‘If we are not allowed to win our league, why should Liverpool be allowed to win theirs?’ Worthing owner left ‘gutted’ after FA call non-league division null and void with his side on the brink of historic promotion
- Worthing were on course for promotion to the National League in sixth tier
- But Isthmian League declared null and void by FA following Covid-19 outbreak
- Owner George Dowell left furious having saved club by investing £800,000
- Promotion would have taken the club to their highest ever level
One of the country’s youngest and most courageous club owners last night accused the FA of wrecking his dream by snatching away promotion.
Nothing will ever match the pain George Dowell suffered in an horrendous car accident a decade ago that changed his life forever and left him paralysed from the chest down and confined to a wheelchair.
But the anguish of seeing his beloved Worthing denied the chance to play in the Conference South next season after dominating the Isthmian League has left the 27-year-old devastated after virtually saving the Sussex club from extinction.
Worthing were top of the Isthmian League and on course for a first ever appearance in the National League, just two steps below League Two
Last week’s ruling to declare the entire non-league pyramid below the National League null and void, while allowing the top two divisions to potentially complete their seasons along with the Premier League and Football League, has caused a wave of anger across the grass-roots game.
Not least at Worthing who were poised for their second promotion in five years under Dowell, who is no ordinary owner having ploughed some £800,000 – including his entire compensation from his accident in 2010 – into the club.
‘I didn’t just want to sit around doing nothing with the rest of my life,’ Dowell told the Mail on Sunday. ‘I just wanted to keep busy and what better way than to buy your hometown club.’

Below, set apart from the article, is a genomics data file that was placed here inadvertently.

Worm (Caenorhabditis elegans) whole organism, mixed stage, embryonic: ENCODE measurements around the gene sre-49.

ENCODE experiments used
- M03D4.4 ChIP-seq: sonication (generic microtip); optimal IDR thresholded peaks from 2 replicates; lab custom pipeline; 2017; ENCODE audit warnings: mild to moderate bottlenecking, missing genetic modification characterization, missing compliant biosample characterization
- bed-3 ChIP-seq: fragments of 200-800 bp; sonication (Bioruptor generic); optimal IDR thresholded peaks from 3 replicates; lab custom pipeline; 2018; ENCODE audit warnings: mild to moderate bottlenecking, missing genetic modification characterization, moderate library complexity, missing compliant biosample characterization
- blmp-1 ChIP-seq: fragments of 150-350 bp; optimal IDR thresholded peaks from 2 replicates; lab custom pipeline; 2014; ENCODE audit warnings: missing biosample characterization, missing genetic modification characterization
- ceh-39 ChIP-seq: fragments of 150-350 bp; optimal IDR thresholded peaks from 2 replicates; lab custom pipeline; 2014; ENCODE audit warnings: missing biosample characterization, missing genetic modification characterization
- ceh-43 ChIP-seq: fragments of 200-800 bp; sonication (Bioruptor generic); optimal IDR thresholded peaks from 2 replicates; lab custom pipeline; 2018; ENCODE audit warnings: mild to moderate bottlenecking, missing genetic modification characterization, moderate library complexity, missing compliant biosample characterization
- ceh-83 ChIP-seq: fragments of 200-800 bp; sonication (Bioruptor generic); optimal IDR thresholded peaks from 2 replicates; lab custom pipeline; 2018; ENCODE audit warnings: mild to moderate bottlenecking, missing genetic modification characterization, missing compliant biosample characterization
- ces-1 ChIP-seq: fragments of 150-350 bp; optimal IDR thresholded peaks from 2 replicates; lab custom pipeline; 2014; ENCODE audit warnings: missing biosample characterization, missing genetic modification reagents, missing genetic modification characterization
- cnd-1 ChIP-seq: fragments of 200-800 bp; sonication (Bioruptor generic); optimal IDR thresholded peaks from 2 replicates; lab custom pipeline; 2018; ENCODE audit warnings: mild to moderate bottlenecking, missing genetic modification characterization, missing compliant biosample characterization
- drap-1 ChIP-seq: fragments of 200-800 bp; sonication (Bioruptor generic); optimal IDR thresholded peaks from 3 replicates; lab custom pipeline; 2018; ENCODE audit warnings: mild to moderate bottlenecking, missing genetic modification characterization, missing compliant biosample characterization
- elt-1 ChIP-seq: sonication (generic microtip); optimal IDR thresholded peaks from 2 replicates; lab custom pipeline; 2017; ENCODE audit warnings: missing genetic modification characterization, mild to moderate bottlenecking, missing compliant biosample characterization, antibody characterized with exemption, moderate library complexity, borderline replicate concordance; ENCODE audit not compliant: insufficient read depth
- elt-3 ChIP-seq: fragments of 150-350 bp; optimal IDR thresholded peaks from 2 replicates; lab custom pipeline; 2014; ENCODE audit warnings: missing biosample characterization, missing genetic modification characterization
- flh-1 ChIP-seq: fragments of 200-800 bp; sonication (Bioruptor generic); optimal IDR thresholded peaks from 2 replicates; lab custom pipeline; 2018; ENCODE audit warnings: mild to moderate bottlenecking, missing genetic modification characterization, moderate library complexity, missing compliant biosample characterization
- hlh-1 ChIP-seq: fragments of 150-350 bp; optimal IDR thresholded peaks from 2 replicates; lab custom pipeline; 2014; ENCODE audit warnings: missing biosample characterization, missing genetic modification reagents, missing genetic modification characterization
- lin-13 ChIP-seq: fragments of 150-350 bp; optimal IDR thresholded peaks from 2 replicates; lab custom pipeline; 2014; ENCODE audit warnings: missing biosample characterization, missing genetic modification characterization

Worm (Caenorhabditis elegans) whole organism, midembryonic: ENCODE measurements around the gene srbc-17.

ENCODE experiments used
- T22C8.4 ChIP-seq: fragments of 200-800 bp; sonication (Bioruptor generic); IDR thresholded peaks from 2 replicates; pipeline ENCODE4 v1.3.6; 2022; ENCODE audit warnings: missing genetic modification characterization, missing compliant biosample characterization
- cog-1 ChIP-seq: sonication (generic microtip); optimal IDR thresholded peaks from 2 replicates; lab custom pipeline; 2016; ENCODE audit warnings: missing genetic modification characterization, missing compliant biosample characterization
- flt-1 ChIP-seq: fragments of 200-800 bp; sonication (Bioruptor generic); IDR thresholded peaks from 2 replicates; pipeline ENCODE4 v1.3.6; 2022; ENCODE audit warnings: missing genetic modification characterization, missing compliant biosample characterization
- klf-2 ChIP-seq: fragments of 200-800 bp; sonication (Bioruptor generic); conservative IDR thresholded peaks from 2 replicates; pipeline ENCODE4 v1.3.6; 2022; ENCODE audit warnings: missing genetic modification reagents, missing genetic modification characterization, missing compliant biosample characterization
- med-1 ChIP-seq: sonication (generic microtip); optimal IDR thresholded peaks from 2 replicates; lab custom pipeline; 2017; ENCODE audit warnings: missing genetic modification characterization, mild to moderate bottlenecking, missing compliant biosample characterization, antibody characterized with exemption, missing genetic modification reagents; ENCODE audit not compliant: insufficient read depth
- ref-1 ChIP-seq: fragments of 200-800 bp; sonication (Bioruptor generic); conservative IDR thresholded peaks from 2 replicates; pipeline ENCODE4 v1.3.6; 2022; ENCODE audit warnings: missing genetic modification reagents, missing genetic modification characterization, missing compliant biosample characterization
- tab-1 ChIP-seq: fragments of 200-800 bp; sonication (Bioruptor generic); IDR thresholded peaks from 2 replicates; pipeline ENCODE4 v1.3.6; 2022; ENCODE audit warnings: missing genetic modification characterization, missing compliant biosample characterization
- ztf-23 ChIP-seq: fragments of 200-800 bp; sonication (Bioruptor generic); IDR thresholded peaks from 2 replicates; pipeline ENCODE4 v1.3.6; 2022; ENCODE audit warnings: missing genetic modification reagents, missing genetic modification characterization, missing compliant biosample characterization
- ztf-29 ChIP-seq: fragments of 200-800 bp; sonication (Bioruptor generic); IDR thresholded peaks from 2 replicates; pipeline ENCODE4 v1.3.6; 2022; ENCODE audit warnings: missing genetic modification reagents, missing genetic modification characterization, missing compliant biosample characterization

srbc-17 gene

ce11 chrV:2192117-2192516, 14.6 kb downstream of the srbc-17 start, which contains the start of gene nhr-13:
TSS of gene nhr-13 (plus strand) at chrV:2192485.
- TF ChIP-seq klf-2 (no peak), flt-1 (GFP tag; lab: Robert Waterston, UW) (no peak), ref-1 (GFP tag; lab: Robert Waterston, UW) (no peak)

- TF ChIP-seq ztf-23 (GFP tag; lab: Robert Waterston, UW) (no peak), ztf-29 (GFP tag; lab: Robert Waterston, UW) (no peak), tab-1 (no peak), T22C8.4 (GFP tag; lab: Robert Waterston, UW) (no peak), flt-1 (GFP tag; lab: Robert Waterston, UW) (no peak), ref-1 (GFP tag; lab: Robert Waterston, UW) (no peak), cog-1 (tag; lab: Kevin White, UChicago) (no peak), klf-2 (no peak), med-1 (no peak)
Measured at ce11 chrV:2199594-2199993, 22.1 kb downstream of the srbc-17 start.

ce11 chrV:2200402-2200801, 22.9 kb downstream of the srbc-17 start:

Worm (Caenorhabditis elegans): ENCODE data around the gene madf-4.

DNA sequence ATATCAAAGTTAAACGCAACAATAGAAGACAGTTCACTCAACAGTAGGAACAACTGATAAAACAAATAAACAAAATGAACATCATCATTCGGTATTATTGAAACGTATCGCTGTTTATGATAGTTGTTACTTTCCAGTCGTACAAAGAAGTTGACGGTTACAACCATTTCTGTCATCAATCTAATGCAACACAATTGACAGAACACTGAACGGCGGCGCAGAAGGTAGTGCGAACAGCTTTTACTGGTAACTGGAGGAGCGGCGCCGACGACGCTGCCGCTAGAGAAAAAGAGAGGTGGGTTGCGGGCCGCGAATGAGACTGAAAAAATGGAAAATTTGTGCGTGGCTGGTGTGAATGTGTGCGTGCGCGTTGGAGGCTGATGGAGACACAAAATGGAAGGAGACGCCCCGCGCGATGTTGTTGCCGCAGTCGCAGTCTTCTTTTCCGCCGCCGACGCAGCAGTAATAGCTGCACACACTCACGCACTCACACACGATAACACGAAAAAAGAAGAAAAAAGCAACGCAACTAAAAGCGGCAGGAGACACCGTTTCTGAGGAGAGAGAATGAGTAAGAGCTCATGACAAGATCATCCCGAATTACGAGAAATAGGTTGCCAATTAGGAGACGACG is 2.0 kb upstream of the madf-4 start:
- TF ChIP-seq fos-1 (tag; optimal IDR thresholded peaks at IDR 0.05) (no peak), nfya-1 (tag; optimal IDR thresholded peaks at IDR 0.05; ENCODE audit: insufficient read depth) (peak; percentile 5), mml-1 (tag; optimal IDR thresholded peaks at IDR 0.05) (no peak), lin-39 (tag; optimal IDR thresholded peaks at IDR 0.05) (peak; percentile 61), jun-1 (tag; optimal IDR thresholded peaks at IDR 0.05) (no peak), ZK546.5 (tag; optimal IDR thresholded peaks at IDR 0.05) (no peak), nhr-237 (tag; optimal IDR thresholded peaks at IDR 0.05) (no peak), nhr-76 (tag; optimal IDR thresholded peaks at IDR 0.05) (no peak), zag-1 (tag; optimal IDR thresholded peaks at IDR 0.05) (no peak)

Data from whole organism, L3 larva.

‘But I’m obviously gutted right now. Everyone appreciates that tough decisions have to be made in the current climate and that the priority is to stay safe but you have to treat everyone the same way. This ruling is completely unfair, it’s really harsh.’
Shortly before he bought Worthing for whom he played as a teenager with dreams of competing at a far higher level, the club were on the brink of going bust with around £200,000 of debt. The squad were told that they wouldn’t be paid any longer. It seemed as if over 100 years of history could come to end.
Worthing supporters cheer on their side earlier in the season which looked set to end in promotion until the FA ruled the Isthmian League and those below it null and void
But Dowell’s rescue act turned him into an instant local hero with attendances that dwarfed that of every other team in Worthing’s league, three steps below League Two, and were even higher than many National League North and South crowds.
When the Covid-19 virus wiped football off the map, Worthing were seven points clear and on the verge of going up. Now their hopes have been shattered.
‘Why we haven’t been allowed to finish our season like the professional game may do I just don’t know,’ said Dowell. ‘Whenever football is allowed to resume, we could have completed our league in four weeks.
‘Everyone at the club has worked so hard. Money, time, effort. National South would have been the highest the club’s ever been. It’s heartbreaking.’
Given the trauma he suffered as a 17-year-old, when his neck was broken and his spinal cord severed, Dowell realises more than anyone that life is more important than football and understands fully why coronavirus has kicked football into touch.
It’s just the way Worthing and others have been treated that upsets him so much.
‘Promotion was my dream and it’s been pulled from under us. I don’t understand how the National League have been allowed to carry on. It’s not just affected us but everyone at our level. There should have been the same rule for all of us together. I don’t know why this has been allowed. Maybe because there’s more money involved higher up.’
‘If we are not allowed to win our league, why should Liverpool be allowed to win theirs? And if teams are promoted and relegated higher up the scale, why has a line been drawn at our level when money is even tighter, every penny counts and everyone is living on a shoestring?’
‘Our best players thought they were going to play at a higher level. Everything had fallen into place. It was like the perfect storm. Now we are going to have to start all over again.’